Recycling rates and use of recycled materials in the in the European Union (EU) are steadily growing, with the EU recycling around 55 per cent of all waste excluding major mineral waste in 2016 (compared with 53 per cent in 2010), according to European statistics agency Eurostat.
The rate for recovering construction and demolition waste reached 89 per cent (2016), the recycling rate of packaging waste exceeded 67 per cent (2016, compared with 64 per cent in 2010) while the rate of plastic packaging was over 42 per cent (2016, compared with 24 per cent in 2005).
The recycling rate for municipal waste stood at 46 per cent (2017, compared with 35 per cent in 2007) and for the waste of electrical and electronic equipment such as computers, televisions, fridges and mobile phones, which include valuable materials which can be recovered (e-waste) in the EU reached 41 per cent (2016, compared with 28 per cent in 2010).
In spite of these high recycling rates, on average only 12 per cent of material resources used in the EU in 2016 came from recycled products and recovered materials - thus saving extraction of primary raw materials. A circular economy aims to maintain the value of products, materials and resources for as long as possible by returning them into the product cycle at the end of their use, while minimising the generation of waste.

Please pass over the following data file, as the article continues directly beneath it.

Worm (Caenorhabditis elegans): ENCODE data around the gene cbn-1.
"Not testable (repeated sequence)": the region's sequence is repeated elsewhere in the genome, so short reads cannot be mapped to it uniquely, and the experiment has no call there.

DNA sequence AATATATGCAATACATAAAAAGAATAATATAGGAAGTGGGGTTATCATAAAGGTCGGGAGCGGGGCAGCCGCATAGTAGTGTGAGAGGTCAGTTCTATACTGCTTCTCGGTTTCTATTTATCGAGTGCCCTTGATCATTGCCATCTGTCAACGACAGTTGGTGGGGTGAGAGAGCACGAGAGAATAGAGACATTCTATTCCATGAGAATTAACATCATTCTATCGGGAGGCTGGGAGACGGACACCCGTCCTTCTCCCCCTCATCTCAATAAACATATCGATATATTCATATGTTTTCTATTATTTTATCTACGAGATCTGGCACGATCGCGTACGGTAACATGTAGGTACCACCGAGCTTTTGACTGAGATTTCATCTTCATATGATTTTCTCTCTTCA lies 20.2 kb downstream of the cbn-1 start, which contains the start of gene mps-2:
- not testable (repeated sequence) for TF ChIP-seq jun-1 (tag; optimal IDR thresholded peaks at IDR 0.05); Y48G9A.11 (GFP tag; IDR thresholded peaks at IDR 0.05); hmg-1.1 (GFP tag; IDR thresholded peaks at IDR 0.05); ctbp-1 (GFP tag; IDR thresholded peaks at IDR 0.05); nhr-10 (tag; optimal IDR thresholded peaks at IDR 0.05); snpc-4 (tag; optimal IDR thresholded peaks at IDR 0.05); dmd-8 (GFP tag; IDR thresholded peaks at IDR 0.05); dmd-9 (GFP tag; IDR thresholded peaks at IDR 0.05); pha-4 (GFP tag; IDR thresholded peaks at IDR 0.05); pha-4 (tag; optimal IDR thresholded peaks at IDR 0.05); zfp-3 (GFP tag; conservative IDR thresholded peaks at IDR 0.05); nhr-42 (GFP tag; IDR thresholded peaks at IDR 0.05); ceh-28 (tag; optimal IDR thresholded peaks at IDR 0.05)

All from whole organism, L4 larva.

This indicator, called circular material use rate, measures the contribution of recycled materials to overall demand. The indicator is lower than recycling rates, which measure the share of waste which is recycled, because some types of materials cannot be recycled, e.g. fossil fuels burned to produce energy or biomass consumed as food or fodder.